Original British 18th Century William Ketland & Company Officer Fusil Flintlock Musket

Item Description

Original Item: Only One Available. The flintlock lock plate of this fine musket is signed W. KETLAND & Co. under a crown. This smaller lightweight musket commonly referred to as a fusil pronounced back then fuzee. This musket is in .65" bore, the same ball size as an officer's pistol at the time. The style is identical to a regular .75" Brown Bess musket. Fusils such as these were commercially made and would have been officer's private purchase weapons. Quite scarce in that only some officers chose to arm themselves with long arms when leading troops into battle.

This fusil has downsized Brown Bess brass mounts as issued from 1740 up until 1796 however the side plate opposite the lock is of differing design which dates this musket between 1780-1800.

The barrel is 40" in length, slightly shorter than the regular 2nd pattern Brown Bess of 42", and bears British proof marks. The musket comes with the original matched scaled down socket bayonet which has sustained slight damage half way down the 15" length where there is a small crack and kink from where some bright spark tried to lever something using the bayonet while attached to the musket, easily restored if required.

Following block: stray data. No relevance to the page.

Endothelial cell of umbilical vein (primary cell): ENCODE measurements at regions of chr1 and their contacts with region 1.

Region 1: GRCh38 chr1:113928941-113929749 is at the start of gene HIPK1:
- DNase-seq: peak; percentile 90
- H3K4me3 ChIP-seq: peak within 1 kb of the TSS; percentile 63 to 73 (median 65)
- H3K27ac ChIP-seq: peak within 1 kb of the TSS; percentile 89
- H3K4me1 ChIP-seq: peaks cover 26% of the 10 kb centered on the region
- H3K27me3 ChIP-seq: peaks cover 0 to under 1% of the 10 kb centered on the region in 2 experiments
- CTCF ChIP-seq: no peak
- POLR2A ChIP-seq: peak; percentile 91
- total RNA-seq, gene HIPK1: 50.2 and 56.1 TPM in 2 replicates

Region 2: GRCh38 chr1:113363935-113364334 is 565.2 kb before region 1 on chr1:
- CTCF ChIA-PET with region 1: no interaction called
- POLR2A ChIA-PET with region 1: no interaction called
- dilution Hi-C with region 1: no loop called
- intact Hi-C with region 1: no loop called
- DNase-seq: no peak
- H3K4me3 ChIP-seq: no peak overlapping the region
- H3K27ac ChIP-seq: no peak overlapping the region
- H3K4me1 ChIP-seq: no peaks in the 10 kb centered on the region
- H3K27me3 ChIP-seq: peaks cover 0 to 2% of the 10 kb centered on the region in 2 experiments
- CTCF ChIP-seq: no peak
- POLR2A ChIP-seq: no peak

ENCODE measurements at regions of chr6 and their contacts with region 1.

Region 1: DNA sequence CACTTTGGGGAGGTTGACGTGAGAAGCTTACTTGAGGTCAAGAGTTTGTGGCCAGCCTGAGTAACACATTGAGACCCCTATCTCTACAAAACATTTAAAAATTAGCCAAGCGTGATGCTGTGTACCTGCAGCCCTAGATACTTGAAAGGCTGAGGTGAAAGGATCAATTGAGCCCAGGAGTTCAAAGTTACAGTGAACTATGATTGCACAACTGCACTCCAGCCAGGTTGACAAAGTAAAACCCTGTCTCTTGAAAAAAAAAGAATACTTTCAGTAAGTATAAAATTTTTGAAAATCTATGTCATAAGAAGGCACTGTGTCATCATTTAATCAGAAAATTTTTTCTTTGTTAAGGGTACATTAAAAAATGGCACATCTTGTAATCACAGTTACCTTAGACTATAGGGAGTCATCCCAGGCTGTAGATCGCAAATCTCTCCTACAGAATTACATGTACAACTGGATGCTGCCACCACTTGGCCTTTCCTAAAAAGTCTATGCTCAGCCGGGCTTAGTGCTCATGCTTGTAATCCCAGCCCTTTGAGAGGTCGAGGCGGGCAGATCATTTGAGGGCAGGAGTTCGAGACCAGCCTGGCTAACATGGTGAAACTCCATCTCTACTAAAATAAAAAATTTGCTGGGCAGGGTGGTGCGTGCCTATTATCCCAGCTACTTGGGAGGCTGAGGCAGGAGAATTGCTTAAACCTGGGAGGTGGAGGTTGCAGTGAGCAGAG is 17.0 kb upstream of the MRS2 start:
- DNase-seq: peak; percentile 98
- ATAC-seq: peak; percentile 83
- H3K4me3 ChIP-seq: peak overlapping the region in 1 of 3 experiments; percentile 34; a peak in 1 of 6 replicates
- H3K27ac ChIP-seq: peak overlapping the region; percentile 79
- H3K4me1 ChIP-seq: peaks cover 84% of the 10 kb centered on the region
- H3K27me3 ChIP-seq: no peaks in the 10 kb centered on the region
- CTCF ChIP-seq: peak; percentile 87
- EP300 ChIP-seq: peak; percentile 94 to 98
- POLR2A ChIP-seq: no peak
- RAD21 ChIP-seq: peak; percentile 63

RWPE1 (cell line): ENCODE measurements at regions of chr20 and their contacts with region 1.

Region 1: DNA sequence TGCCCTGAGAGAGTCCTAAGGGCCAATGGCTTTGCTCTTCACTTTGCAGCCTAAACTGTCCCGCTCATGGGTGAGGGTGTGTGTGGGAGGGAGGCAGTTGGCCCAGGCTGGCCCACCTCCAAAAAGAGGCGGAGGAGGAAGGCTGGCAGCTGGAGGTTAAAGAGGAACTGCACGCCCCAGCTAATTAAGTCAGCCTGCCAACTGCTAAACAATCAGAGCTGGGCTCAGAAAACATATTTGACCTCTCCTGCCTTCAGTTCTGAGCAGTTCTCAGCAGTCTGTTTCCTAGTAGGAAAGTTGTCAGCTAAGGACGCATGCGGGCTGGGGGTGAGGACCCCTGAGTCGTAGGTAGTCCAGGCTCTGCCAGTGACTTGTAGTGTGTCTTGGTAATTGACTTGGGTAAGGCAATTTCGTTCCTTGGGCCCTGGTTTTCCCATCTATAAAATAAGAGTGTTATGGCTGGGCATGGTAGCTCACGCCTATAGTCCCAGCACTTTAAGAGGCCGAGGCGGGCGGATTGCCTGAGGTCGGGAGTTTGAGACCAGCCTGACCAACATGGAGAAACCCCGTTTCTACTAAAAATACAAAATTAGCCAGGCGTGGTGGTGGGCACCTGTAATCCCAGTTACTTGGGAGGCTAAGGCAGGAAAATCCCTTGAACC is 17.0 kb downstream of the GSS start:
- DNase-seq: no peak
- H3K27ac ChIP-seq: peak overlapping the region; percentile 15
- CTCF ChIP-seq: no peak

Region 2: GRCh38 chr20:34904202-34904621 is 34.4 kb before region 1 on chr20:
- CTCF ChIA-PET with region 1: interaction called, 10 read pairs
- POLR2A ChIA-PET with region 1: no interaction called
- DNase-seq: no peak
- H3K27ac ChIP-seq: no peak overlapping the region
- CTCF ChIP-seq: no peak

Thousands of these types of muskets were exported to the U.S. for militia service as well as for use as ships muskets etc. In the W. Ketland price list they are listed as "muskets with bayonets, steel rods" with slightly different prices depending on the quality of the lock. As to officer's muskets, there was no official pattern which means that, while many are of smaller caliber, this was not a hard and fast rule. What is consistent is quality and every example we’ve seen displays a level of quality analogous to a good fowling piece by a recognized maker such as this example. There is no reason for a privately owned officer's musket to have anything like a "rack number, while some have the owners name, personal crest (if he had one) and regiment on them and there are a few that may be part of a set purchased by the officers of the regiment together.

The salient features of a true officer fusil are high quality, the presence of both a bayonet lug and sling swivels. In comparing 30 period portraits (from the 1750s to about 1812) of officer's carrying fusils and all of them show both a bayonet and a sling as is seen in this example.

The Gun Maker, William Ketland started business in Birmingham in 1740 and together with his grandson expanded to London later in the 18th century and lasted until the grandson's death in 1804. The name lived on until 1815 but always as a co-operative arrangement with another maker taking advantage of Ketland's formidable reputation.

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